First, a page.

I learned the importance of exercising that idea of curiosity. And you can see how it partners up with emotional intelligence and positioning yourself to be able to manage through it. The problem in emotional intelligence is rooted in our unwillingness to work on ourselves.

Take for example an employee or an employer asking you to complete a vitally important project for the company. There will be partnerships, collaborations and opportunities for you to shine. Most everyone would sign up for that and readily jump in, giving their mind, body and soul to the project.

What’s interesting—and the great irony—is that when it comes to working on ourselves, our physical, mental, spiritual and emotional selves, we either ignore it or we’re reluctant to invest the time and maybe money to make that part of our lives better.

“The great irony is that when it comes to working on ourselves, our physical, mental, spiritual and emotional selves, we either ignore it or we’re reluctant to invest the time and maybe money to make that part of our lives better.”

When we work with clients, especially in the early stages, we always warn them— the only people that will not get any results will be those that are not willing to work on themselves. If a person or an organization is willing to work on themselves, they will get results because emotional intelligence is a learnable skill. It is a skill that anyone, regardless of their position or background, can attain.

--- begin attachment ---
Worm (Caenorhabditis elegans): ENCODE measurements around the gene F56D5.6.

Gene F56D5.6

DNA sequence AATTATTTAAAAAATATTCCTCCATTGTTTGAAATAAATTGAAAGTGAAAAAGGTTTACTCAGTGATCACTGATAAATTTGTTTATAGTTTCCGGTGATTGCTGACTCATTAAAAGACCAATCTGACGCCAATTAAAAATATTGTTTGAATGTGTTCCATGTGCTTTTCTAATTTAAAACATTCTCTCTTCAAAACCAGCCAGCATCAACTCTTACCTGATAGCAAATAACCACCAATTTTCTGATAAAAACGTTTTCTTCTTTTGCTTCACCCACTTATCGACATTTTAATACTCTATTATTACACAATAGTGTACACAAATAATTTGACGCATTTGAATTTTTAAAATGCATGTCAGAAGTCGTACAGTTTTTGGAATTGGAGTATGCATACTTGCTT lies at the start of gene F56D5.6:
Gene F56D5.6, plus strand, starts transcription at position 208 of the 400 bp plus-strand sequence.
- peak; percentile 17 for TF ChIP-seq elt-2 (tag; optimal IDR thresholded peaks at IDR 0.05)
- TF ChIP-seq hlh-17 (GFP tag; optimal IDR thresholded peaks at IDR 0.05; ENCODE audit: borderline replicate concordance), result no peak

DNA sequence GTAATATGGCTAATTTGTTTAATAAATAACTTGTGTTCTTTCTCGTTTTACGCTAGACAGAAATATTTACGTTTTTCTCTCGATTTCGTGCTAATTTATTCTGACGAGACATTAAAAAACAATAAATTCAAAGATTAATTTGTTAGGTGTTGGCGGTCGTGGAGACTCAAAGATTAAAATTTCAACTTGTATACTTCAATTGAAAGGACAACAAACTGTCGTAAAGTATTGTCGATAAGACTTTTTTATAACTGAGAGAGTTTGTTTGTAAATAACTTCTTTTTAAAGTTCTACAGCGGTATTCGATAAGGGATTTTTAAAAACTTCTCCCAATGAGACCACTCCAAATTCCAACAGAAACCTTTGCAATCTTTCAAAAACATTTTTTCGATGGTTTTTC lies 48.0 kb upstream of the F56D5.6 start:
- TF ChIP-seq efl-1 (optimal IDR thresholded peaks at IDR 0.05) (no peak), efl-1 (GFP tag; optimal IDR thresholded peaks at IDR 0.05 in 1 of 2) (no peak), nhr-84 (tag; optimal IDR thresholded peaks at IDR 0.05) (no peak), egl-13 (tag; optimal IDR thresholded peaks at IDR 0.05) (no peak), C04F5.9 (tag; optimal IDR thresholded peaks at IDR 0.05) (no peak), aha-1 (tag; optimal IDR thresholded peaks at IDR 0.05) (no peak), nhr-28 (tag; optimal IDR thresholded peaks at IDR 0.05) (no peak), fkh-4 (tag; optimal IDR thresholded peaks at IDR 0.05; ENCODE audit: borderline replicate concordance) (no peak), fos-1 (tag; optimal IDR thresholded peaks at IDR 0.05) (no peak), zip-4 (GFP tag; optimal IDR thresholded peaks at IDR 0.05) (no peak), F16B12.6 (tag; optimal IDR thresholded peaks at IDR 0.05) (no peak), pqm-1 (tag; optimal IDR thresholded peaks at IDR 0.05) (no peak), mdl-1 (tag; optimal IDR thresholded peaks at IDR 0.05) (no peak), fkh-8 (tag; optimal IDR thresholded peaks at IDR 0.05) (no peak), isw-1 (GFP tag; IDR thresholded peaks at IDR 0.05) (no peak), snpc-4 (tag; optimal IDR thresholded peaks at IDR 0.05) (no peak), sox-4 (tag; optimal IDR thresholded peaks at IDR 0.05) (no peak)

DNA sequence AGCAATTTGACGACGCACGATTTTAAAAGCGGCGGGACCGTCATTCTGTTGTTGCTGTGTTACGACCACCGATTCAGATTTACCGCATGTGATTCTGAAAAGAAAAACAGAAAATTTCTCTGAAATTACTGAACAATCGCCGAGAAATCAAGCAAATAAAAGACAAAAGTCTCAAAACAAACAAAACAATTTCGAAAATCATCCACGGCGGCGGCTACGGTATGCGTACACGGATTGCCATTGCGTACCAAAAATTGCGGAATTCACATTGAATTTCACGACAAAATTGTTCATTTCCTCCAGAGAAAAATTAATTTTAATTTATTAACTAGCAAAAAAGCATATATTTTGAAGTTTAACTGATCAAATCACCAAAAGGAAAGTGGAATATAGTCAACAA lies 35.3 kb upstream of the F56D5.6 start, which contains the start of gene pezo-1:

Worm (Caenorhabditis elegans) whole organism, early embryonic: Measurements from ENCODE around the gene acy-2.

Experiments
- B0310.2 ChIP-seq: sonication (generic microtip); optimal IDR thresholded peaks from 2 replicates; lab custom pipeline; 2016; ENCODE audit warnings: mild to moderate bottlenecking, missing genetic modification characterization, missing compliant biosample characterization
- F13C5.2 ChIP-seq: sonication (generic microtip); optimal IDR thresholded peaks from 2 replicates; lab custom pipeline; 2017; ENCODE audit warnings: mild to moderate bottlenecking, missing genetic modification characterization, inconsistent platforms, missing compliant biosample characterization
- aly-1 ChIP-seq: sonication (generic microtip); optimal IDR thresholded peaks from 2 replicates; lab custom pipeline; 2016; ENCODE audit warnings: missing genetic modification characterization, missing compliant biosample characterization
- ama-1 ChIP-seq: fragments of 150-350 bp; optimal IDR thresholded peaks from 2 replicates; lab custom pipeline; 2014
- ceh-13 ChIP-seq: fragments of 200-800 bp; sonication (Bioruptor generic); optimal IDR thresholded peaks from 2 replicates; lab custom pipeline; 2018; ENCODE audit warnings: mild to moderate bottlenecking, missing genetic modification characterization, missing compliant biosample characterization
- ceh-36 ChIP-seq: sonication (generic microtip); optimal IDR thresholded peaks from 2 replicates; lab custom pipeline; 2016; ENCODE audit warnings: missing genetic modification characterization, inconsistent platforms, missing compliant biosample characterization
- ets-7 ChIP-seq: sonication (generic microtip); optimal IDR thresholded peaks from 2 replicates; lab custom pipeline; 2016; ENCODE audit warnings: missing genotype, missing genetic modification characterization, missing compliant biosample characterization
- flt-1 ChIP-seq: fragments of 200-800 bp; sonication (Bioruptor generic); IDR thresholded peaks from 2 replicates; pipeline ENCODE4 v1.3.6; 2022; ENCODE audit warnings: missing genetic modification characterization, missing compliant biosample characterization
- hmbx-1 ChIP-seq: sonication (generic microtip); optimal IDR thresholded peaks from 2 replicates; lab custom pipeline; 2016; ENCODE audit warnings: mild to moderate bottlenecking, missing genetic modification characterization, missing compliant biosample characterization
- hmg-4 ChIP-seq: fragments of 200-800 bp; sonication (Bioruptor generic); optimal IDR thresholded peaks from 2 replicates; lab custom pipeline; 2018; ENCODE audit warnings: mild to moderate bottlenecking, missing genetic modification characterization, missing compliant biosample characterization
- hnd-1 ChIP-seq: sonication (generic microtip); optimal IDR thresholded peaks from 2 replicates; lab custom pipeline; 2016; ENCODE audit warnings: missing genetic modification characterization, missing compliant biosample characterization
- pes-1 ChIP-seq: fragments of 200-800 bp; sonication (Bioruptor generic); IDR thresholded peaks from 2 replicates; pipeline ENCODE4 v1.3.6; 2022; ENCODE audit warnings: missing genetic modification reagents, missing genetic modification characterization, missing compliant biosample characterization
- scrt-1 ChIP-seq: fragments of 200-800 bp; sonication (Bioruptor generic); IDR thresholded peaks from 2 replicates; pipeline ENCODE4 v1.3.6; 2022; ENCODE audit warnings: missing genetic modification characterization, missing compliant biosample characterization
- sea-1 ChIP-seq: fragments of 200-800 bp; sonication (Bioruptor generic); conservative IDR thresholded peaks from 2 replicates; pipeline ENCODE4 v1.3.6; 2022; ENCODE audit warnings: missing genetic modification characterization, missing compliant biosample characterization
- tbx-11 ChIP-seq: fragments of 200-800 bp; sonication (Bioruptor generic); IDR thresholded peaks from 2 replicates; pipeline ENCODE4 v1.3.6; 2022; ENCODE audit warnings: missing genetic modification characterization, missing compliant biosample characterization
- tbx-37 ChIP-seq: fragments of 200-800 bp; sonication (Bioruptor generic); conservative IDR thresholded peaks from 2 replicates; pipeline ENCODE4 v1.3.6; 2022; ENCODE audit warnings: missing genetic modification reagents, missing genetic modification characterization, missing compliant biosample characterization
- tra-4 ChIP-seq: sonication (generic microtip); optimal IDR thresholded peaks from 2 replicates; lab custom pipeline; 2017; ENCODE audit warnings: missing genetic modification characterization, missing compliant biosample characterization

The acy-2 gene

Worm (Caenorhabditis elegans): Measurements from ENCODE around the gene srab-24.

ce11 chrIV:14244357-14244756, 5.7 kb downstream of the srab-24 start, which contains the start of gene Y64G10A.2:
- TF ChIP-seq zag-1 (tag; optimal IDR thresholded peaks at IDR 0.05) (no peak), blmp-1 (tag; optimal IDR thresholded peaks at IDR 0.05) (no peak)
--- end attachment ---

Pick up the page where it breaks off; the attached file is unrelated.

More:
If you work or live in an environment where it is not encouraged, it may be difficult for you. We have built up many different types of neural pathways over time— these are the things that our brains have created to help us navigate life. Our brains have established wonderful methods to protect us, to give us order and efficiency. It’s designed ultimately as a positive process. The downside and the challenge is the upfront pain and resistance we feel to the change, sometimes in a big way.

 

Lauren Pennington Photography